Joan Crawford had a career that could be likened to a rollercoaster. She began acting in films in the Twenties, and, after successfully transitioning from silent pictures to the “talkies”, enjoyed enormous success in the “women’s pictures” of the Thirties, such as The Gorgeous Hussy and Love On The Run.
Life imitated art, however, and a chaotic off-screen romantic life did not help her reputation. By 1939, she was one of a group of actresses labelled “Box Office Poison” by the Independent Theatre Owners Association of America. Smarting at the criticism, she switched to richer dramatic roles, and won an Oscar in 1946 for her performance as the titular character in the psychological thriller Mildred Pierce.
Yet this proved to be the highlight of her career. Beset by continued rumours that she was impossible to work with, she appeared in pictures that gradually turned into self-parodies, with titles such as Berserk! and Trog. A rare late success came in 1962’s What Ever Happened To Baby Jane?, a Grand Guignol horror in which Crawford appeared opposite her long-time rival Bette Davis. Davis was nominated for an Oscar, and Crawford was not, possibly because her reputation in Hollywood had been so debased.
She gradually became a heavy-drinking recluse after her appearance in Trog in 1970, eventually dying in a New York apartment in 1977. She left $2 million in her will, but the vast majority of the money went to her favourite charities. Her eldest children Christina and Christopher were disinherited, and Crawford’s will stated: “It is my intention to make no provision herein for my son, Christopher, or my daughter, Christina, for reasons which are well known to them.”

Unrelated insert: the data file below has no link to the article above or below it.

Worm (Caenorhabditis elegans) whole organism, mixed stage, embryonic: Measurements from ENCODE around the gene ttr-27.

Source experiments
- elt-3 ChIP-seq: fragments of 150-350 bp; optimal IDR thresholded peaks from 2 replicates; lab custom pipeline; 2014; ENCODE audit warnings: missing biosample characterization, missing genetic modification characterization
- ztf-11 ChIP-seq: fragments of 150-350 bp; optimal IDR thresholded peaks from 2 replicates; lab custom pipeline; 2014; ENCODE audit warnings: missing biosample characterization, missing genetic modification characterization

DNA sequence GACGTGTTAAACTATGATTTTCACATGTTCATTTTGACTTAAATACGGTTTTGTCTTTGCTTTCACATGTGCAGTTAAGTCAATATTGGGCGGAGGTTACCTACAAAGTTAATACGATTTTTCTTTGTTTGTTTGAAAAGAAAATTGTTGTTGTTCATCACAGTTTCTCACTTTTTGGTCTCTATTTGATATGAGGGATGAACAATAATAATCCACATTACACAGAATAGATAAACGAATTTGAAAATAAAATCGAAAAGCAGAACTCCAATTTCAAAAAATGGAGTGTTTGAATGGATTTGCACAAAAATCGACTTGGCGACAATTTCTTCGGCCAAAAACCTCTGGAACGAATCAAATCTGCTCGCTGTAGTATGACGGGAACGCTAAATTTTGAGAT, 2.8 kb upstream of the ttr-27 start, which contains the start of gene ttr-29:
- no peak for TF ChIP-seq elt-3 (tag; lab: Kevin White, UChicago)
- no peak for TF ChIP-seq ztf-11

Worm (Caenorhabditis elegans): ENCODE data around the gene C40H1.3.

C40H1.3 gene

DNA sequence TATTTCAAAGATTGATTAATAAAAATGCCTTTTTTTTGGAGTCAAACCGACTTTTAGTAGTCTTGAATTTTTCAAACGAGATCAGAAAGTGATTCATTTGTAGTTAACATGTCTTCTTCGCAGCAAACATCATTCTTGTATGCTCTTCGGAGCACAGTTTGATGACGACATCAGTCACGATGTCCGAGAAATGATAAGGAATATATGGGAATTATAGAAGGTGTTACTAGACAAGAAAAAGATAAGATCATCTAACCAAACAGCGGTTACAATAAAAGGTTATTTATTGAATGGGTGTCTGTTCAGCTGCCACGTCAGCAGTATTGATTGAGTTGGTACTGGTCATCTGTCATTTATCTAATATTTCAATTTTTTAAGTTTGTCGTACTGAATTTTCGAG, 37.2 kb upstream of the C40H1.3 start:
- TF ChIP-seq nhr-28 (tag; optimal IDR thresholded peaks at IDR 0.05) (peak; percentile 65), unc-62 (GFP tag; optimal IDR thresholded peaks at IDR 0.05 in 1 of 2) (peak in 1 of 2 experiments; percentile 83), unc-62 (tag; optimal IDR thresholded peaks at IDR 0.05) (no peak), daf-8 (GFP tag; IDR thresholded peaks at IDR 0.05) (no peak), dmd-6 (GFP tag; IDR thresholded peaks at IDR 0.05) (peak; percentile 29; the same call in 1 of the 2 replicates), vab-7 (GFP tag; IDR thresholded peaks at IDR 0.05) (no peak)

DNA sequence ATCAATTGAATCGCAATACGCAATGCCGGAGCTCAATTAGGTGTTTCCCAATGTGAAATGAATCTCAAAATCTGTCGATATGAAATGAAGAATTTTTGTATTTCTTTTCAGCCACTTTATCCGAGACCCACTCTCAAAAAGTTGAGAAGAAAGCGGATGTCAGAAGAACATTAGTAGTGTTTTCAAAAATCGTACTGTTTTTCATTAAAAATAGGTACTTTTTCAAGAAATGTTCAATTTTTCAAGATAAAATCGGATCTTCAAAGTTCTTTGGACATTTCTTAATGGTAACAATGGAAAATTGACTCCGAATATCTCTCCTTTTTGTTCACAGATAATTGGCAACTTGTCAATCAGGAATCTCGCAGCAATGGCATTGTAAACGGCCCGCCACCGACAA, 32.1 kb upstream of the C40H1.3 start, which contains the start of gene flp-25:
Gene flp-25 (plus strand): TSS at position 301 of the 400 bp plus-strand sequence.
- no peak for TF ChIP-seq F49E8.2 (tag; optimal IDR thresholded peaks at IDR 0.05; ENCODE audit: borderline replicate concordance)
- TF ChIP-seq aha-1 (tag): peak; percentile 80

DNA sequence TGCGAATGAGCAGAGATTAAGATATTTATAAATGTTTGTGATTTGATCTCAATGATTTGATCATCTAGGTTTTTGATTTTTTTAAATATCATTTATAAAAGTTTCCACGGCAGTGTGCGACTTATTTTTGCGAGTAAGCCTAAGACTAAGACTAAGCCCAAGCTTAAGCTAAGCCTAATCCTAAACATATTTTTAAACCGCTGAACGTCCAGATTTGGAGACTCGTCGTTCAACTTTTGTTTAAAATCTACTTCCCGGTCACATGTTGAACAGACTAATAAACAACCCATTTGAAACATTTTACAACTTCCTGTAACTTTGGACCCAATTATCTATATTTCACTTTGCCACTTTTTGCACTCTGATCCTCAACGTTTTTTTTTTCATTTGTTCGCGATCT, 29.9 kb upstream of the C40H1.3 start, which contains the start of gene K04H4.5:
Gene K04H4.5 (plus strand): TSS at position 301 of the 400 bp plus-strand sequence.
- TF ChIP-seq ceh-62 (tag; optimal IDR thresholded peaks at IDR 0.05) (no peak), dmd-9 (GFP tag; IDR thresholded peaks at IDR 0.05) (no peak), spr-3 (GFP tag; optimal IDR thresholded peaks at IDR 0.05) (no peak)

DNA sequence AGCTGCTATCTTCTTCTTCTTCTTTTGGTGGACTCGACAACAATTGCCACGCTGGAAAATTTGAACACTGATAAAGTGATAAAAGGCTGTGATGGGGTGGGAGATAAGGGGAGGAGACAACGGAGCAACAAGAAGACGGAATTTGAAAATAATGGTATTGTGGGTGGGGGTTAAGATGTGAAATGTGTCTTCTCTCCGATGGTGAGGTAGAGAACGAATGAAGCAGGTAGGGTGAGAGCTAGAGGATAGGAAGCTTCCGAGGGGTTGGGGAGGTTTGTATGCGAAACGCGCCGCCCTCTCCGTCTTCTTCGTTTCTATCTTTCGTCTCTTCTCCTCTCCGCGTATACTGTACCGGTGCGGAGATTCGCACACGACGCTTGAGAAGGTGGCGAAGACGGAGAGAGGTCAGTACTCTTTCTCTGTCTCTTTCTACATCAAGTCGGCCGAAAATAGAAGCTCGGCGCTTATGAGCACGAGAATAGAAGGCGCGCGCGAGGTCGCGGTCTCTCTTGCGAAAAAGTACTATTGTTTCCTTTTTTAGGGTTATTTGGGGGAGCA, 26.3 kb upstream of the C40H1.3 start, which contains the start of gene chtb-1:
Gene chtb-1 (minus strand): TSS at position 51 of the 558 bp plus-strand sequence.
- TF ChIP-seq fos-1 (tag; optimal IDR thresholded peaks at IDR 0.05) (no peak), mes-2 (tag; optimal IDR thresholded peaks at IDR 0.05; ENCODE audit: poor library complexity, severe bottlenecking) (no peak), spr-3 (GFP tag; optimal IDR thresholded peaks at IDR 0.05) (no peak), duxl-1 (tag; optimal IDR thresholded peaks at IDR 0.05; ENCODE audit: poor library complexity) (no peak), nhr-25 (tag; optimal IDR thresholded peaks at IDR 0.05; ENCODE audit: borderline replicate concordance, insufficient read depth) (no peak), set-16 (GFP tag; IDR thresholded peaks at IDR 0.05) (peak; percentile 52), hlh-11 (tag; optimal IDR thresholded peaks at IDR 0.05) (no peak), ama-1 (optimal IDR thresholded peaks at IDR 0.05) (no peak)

The following year Christina got her revenge with the publication of her damning memoir, Mommie Dearest. It presented Crawford as an abusive alcoholic who had adopted her children for little more than publicity, and spent her time on a succession of self-destructive affairs with both men and women.
Christina wrote of how her mother relished inflicting sadistic corporal punishment upon her children: “Mommie was always in a terrible mood if anyone accidentally woke her up, and the spankings for this infringement of the rules conveyed the full force of her anger. She spanked so hard she broke hairbrushes, wooden hangers and yardsticks across my bottom. The spankings left large painful blisters and the long red welts would be visible for days.”
Many of Crawford’s former co-stars defended her against her daughter’s allegations. Even Davis said: “I was not Miss Crawford’s biggest fan, but, wisecracks to the contrary, I did and still do respect her talent. What she did not deserve was that detestable book written by her daughter.” The combination of prurient detail and Hollywood scandal, though, made Mommie Dearest a bestseller.